Eugene Weekly : Viewpoint : 8.23.07

Oil Rush
Oregon timber teaches us about international trade

Oregonians of my generation understand the social, environmental and economic impacts of a poorly managed natural resource industry. As our timber boom dwindled and the industry shrank, we saw rural towns fall into poverty, we saw schools close their doors and we saw our neighbors move in search of employment. Most startling of all, we saw our favorite costal mountains turn from lush green to a dry clear-cut brown. Due to what we witnessed, we are better positioned than most Americans to understand the impacts our nation’s trade policy can have on natural resource-rich countries.

I recently returned from a journey into the jungle of one such country — Colombia. Colombia’s jungle is not only rich in resources, it is also inhabited by numerous salt-of-the-earth homesteaders who have been eking out their livings on small farms there since the 1960s. In many ways, it is a region comparable to Oregon — a region whose natural resources represent a potential “boom” for a few but a “bust” for many.

Recently, the U.S. and Colombia have been hashing out a bilateral free trade agreement (FTA) that would open Colombia’s economy and environment to U.S. business interests. Colombia’s agriculture sector and virgin jungle land are at the heart of this agreement. The FTA provides Colombia with few tools to protect its rural economy, the environment or the local cultures so intimately tied to the very lands that are ripe for foreign investment.

The region I visited in Colombia is highly contested. Most recently, private companies have entered the area, and with the help of military and paramilitary forces, have taken over lands legally titled to local communities. They have done this via massacres, selective assassinations and threats — all leading to the massive displacement of rural Colombians. Those farmers, who eventually return, have found their lands completely planted over with African palm.

African palm is the plant from which palm oil is derived. Found in most processed foods, the oil is in high demand by developed nations. More significantly, the oil can be used as biofuel — now touted as a promising natural energy resource. Currently, Colombia is the largest palm producer in the Americas with 35 percent of its product exported as fuel. The Colombian government and private companies plan to increase palm production from between 2.5 million and 16 million acres over the next 10 years, selling to U.S. and European markets.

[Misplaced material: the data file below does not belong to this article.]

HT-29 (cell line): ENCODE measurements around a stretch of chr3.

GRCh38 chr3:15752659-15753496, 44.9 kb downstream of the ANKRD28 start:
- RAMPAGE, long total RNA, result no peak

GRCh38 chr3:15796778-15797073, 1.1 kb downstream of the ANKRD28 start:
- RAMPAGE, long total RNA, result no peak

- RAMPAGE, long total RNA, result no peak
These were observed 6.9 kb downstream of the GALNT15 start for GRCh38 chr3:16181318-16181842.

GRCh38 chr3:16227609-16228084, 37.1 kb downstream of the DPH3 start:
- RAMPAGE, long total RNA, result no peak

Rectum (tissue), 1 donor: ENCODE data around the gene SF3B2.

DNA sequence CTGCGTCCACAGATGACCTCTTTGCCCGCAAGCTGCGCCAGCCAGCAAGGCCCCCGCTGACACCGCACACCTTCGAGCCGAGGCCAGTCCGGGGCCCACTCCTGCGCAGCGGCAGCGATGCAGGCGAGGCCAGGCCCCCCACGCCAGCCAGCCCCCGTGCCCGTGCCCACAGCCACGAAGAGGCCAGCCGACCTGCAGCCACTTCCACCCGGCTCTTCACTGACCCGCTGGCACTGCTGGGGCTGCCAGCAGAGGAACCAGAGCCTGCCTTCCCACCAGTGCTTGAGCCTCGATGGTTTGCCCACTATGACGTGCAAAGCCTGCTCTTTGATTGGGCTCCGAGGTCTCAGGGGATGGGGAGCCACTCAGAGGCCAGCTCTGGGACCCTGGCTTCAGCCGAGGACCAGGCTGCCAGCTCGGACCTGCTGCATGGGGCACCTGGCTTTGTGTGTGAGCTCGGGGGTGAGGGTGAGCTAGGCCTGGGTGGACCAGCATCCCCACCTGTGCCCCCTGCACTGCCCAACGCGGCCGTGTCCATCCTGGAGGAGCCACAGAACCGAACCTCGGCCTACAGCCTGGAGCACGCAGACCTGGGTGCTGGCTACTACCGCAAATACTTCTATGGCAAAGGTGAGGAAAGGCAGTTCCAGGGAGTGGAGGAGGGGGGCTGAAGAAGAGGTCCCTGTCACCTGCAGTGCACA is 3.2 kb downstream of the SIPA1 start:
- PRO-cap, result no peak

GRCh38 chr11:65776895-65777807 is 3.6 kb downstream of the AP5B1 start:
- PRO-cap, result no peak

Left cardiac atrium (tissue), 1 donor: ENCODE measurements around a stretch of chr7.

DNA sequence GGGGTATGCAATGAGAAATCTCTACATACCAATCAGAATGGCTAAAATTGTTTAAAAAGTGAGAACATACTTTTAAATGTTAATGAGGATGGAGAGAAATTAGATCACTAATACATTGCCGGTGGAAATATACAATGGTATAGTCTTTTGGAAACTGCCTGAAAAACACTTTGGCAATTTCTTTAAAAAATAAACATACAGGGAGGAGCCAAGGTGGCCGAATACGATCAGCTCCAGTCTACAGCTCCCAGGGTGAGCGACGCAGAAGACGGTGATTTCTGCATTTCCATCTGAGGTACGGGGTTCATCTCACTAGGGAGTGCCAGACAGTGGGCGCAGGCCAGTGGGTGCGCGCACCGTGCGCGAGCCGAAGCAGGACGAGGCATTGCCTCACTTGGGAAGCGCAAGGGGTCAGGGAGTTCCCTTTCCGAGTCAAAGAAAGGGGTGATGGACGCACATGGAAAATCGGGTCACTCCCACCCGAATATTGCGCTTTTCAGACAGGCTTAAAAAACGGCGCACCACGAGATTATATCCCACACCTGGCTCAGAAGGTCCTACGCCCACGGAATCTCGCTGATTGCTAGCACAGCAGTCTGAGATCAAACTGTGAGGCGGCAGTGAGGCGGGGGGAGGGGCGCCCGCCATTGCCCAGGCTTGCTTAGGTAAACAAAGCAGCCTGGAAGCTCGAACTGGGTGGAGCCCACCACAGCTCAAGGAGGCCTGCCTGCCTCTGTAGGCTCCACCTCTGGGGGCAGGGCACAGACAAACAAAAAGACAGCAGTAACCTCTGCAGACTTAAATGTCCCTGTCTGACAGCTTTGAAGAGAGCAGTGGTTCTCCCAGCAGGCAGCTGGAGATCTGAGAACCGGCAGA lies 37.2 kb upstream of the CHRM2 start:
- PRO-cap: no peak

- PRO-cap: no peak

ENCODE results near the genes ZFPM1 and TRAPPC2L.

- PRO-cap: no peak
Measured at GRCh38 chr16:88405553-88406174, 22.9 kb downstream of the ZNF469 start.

Palm crops call for the clearing of virgin forests. In addition, they leech water from the land, destroy topsoil, provide no room for food production and require a constant application of pesticides via crop dusters. Within 15 years, the plant’s production slows to a near halt, and the industry declines. Sadly, palm plantations provide no longterm development for Colombia’s poorest rural communities.

As vast territory is taken over for palm production, few mechanisms are in place to protect people’s land rights. Presently, the Colombian government has a backlog of cases in which peasant farmers were violently pushed off their land by private palm companies with no compensation. In fact, the government entity responsible for processing these cases has been so ineffective it is slated to be dismantled this year.

Palm production in Colombia would skyrocket even further under an FTA with the U.S. and is already heavily supported by the World Bank, Inter-American Development Bank and the U.S. Agency for Alternative Development. Yet in the face of this rapid rural shift, there is no plan in place to protect people, the environment, local economies or food supplies. Already experiencing the ills of palm production, numerous Colombian communities have rejected this crop. Risking death by massacre, they refuse to leave their land, instead taking a stand for the environment and a position against the poverty that palm expansion implies.


Traveling in Colombia, I often thought of home and the important lessons Oregonians have learned from our own rise and fall in the world of natural resources. The story I heard in Colombia is not new, it is the story told on the edge of each frontier, and it is the story of Oregon timber. As Colombians face continued violence, displacement, perhaps a short economic boom — and a definite industry demise accompanied by brutal poverty — I call on Oregonians to stand with them in their defense of land and people.

In the year ahead, when the FTA with Colombia again comes to the floor of Congress, ask your representatives to vote no. Ask that they take a stand against an agreement that provides no protection and no planning for the security of Colombia’s environment, its rural economy or its poorest people.

Annalise Romoser is a native of Eugene and a 2001 graduate of the UO. She has worked as a policy analyst and educator in Colombia, and is now senior associate at the Washington, D.C.-based U.S. Office on Colombia.